An important consideration is that "Currently, human trafficking cases are often prosecuted under federal law, rather than CA state alaw, even when CA law enforcement agencies are involved ... because these types of crimes often involve multiple jurisdictions and also because of the federal government's historical lead role in such cases."

Verdict: As much as I dislike human trafficking and kiddie porn, I really don't think this is necessary.

Prop 36: Changes the Three Strikes Law so that the life sentence only applies if the 'third strike' was 'serious or violent'.

Verdict: Yes.

Prop 37: Requires labelling for many kinds of GM foods and food ingredients. In general, I think people should have information to make choices, but this time I'm going to go against that for two reasons:

#1: actually monitoring and enforcing this will be both expensive and ineffective.
#2: there is no actual benefit. Or put another way, there are no dangers to eating GM food. There are legitimate questions about whether it is wise to use GMOs due to loss of diversity and dangers of specific pests, etc. But this proposed law says nothing about that.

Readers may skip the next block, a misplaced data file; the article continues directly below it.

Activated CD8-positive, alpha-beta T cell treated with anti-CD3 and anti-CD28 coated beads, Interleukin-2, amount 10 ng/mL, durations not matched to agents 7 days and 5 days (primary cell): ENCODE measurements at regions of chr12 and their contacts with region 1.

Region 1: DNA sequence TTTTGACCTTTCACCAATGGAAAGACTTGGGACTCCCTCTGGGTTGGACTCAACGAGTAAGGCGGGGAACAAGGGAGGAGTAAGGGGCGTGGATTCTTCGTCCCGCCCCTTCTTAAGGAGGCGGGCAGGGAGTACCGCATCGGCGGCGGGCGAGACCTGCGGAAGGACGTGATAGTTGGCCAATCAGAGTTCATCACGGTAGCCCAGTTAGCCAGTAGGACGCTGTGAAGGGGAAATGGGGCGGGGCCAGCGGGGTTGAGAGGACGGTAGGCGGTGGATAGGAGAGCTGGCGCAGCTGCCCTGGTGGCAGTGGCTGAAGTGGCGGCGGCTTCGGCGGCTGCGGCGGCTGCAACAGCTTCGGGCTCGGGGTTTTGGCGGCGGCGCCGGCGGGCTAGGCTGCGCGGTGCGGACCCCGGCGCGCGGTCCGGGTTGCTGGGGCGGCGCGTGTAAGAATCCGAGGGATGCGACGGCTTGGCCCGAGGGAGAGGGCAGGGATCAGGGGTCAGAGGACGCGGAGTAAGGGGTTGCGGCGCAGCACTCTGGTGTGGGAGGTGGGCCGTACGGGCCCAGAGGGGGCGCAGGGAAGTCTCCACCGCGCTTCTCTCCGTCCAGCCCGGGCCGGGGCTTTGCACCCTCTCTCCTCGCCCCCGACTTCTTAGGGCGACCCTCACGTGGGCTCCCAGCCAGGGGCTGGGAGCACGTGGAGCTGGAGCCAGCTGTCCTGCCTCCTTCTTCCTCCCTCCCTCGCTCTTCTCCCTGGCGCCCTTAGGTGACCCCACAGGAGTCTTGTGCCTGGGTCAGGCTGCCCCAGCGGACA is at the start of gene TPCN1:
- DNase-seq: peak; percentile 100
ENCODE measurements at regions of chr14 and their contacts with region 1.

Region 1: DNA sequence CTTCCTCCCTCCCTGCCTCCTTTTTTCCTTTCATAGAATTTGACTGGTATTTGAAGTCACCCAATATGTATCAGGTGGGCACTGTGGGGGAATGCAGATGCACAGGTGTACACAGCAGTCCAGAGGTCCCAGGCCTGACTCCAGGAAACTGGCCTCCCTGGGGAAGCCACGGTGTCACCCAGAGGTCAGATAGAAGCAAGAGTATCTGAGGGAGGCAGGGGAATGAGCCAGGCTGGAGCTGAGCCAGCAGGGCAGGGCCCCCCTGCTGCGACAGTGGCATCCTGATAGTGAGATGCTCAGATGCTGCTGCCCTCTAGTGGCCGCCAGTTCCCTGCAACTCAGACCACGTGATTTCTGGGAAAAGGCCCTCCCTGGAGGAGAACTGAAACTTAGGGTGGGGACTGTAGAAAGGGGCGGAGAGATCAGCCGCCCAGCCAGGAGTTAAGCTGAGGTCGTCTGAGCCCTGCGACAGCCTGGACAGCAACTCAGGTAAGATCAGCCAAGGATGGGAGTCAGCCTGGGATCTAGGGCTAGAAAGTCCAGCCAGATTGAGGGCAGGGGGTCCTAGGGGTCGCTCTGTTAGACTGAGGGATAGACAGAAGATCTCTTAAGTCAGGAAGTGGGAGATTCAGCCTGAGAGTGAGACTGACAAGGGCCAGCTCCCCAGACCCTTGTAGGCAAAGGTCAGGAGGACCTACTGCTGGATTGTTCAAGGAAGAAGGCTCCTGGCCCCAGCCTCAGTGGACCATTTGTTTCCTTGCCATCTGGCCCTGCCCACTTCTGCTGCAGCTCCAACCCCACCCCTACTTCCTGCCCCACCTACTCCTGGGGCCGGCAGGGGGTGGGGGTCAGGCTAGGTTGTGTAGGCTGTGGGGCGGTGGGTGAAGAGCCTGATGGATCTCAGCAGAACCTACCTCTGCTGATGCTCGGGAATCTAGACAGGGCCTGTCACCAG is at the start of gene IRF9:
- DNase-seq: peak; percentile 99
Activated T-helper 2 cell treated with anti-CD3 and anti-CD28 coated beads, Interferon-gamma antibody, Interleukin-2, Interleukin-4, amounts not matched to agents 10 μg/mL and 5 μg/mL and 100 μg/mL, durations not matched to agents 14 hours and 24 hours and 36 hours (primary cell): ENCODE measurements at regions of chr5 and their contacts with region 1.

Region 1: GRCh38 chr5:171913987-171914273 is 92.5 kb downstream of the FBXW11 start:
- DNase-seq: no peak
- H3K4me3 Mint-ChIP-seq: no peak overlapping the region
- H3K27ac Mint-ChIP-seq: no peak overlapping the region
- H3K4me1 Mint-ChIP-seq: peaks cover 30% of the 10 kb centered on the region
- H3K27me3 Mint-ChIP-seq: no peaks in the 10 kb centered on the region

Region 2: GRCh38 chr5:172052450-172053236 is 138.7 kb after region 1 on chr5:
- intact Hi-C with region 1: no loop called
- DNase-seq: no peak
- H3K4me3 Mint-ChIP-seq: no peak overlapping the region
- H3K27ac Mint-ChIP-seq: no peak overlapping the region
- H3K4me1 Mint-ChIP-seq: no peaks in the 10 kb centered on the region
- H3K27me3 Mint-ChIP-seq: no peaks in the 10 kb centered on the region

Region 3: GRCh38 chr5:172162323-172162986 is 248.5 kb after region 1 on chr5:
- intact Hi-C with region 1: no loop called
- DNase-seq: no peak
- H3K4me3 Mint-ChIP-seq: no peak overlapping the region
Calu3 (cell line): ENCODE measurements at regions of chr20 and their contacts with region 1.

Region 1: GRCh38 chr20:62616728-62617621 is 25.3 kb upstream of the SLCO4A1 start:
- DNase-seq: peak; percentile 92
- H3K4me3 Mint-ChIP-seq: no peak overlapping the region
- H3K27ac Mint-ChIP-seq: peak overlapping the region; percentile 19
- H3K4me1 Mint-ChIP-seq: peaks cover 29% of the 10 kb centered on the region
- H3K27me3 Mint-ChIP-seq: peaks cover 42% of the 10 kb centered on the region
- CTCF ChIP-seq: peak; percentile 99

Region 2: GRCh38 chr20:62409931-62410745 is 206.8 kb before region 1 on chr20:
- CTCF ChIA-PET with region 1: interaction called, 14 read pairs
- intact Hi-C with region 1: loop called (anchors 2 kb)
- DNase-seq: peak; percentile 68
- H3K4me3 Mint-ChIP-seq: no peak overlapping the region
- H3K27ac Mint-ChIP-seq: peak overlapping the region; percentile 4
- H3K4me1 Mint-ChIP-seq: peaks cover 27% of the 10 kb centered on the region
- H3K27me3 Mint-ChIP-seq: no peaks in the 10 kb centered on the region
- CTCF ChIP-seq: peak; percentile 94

Verdict: No.

Prop 39: Reduces corporate flexibility for multistate corporations in determining the taxes they owe the state. Thus, raises taxes on some multistate corporations. Earmarks half the increased taxes on alternative energy projects.

Verdict: Not thrilled about this, but... yes?

Prop 40: I hated the props that made the 'citizen' committees for redrawing districts. But you all voted for them. So you can't complain that now you have to vote on the redistricting plan the committee came up with. So go use your citizen power to look over the new district maps, and decide whether they're fair. Yay, we've replaced a committee of elected officials with an committee of unelected nonofficials. And now we the people are going to rubber stamp their work, because not one in a hundred citizens is going to actually look at those maps, and not one in ten-thousand would be able to render any useful judgment. Yay, direct democracy.